Excerpts from a conversation I had with a brilliant new friend:
“I used to get anxious a lot about patients dying and not knowing what to do in any given situation. but actually, it’s rare to be someone that knows everything, and it’s comforting to know even your seniors can be fallible too. Nihilism/ fatalism to some degree helps as well; though you never want bad things to happen to your patients.
Some say our own worst enemy is ourselves; but that demon is fuelled moreso by external commentary. Still, external commentary can only ever affect you by proxy, since ultimately it’s only ourselves that determine the gravity of our own psychology.”
I often say “I should have gone to med school instead”, but last weekend for the first time in my life I meant it. I’ve wanted to be a vet since I was 9 years old, and I gave up everything to chase that dream. It was the only thing I have ever wanted to do, despite the low wage, lack of recognition and high suicide rates. But final year has broken me.
I am absolutely drained, not simply of energy but also of passion and conviction. Hard as I try I cannot will myself to pick up my books and study for yet another exam. I’ve recently been contemplating the idea that it simply isn’t worth it. All that effort put in and abuse taken, and almost half a million dollars in university fees, for a lifetime of shitty pay and a lack of recognition. To get told you aren’t a real doctor; that you don’t save real lives. No one becomes a vet for the money. But given the work and effort we put into it all, the massive discrepancies with regards to income and social recongition for the human and veterinary medical profession does get to me.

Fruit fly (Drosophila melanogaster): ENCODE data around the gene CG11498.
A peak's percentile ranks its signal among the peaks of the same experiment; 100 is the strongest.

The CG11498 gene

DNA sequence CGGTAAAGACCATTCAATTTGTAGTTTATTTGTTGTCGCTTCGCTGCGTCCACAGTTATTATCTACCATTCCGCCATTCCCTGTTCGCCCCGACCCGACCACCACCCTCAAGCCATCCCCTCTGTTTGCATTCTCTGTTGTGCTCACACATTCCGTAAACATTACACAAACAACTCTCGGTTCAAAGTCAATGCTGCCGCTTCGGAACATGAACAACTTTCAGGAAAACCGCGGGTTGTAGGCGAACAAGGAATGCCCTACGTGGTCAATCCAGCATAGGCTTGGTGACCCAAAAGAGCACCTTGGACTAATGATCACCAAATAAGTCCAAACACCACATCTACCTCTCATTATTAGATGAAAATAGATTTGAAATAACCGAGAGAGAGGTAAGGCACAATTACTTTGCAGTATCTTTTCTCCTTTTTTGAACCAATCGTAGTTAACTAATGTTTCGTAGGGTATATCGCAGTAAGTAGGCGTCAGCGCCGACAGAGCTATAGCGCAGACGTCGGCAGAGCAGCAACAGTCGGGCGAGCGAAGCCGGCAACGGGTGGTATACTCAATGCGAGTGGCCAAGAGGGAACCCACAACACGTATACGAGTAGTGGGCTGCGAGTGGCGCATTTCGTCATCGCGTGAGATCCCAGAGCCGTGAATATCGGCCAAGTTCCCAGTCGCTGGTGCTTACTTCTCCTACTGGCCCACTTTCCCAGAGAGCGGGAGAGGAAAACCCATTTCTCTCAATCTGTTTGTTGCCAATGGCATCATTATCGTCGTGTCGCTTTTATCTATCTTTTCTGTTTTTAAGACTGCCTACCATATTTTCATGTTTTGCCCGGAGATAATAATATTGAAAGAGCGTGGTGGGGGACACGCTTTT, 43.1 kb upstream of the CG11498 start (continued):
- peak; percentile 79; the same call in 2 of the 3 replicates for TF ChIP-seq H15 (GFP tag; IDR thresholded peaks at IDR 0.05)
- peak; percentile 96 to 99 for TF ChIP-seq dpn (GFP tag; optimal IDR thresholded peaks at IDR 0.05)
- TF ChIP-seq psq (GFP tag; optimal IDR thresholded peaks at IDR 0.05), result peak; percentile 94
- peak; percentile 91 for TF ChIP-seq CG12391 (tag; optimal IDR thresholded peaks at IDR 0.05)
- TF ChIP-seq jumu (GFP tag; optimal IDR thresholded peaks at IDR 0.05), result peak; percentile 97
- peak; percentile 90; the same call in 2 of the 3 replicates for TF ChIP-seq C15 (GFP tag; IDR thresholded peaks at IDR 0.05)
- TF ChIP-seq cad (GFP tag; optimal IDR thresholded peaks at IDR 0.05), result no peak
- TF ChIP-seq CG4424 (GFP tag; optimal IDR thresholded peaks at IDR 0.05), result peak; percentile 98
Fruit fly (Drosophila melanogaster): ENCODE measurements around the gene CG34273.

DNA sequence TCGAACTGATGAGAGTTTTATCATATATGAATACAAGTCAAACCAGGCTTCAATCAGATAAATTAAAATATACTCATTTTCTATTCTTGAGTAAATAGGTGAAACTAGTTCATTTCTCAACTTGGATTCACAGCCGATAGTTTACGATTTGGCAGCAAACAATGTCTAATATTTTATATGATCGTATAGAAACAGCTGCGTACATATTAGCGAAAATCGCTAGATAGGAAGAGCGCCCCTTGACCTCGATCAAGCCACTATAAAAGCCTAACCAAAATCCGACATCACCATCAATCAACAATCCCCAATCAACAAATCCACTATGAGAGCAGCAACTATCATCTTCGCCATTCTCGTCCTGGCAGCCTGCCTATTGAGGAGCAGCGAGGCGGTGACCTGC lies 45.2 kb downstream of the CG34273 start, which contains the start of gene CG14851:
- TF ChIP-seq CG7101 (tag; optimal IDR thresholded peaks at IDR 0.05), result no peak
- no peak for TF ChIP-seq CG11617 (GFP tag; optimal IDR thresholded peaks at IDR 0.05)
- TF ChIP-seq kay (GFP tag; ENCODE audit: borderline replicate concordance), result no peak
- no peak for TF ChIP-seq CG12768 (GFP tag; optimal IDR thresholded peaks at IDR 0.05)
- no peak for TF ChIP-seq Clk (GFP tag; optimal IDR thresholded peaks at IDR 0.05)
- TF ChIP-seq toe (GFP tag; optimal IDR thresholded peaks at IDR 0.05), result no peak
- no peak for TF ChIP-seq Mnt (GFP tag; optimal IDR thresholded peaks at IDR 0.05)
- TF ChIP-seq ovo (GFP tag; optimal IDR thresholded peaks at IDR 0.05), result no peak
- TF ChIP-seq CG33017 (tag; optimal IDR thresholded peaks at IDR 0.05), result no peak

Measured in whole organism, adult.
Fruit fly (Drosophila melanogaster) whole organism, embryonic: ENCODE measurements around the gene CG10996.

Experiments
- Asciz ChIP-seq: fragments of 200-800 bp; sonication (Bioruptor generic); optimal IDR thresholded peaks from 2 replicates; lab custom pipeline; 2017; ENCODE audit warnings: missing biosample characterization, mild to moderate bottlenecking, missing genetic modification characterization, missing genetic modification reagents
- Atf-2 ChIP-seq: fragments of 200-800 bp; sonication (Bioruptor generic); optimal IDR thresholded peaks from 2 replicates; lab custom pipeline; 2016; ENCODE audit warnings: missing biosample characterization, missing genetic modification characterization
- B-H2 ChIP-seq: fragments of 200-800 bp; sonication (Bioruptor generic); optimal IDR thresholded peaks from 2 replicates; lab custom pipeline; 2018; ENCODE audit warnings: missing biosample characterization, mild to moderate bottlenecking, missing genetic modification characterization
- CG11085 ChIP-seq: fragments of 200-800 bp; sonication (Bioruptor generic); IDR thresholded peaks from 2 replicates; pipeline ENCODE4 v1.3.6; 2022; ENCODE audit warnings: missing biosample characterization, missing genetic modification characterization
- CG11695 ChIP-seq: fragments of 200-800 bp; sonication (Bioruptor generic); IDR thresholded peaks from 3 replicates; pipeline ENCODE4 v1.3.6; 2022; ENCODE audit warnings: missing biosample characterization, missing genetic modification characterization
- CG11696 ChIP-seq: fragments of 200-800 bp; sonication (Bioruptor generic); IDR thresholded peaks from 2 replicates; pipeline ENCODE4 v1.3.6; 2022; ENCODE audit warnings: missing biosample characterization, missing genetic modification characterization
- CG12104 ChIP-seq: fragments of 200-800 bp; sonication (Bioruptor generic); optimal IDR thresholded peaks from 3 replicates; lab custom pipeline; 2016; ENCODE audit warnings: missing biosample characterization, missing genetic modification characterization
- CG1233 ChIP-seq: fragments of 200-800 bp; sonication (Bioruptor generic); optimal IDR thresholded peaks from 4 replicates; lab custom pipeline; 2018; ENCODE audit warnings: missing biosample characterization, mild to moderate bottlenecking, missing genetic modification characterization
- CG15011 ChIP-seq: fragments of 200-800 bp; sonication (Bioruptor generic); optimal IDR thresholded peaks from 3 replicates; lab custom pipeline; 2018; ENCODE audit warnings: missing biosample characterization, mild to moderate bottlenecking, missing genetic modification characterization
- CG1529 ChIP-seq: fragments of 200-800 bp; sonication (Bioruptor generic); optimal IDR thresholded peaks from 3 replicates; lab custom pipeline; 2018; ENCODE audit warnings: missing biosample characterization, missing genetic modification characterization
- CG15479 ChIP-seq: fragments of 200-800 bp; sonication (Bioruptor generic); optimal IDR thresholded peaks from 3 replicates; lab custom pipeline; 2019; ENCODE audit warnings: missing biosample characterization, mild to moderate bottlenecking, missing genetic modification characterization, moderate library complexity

I’ve calculated that I have been made to work 130 hours over the past 2 weeks on my equine rotation. I know that to register as a vet you need to know about all the different species, regardless of whether you intend to ever work with them in the future. But it is an unrealistic expectation for students to remember every bit of information they had learnt over the past 6 years – especially when they are worked to the bone during the day and have little time outside of work to revise the material. I struggle with equine medicine, having never grown up around horses and having little interest in the subject area, and I got put down everyday for it: told I wasn’t good enough; and that I would make a shitty doctor. On a rainy saturday night I was involved in a minor car accident. I was ok, but my tyre had blown out. I hadn’t a tyre iron with me, and after getting some help from a friend, realised that my spare wheel was flat too. I emailed my supervisors saying that I wasn’t able to make it in time for morning treatments on sunday due to my circumstances, and was met with the cold reply that I should have ubered into work regardless. I think that was the breaking point for me. I called my mom sobbing and spent the next week endlessly worrying that I would be failed because of circumstances that were beyond my control.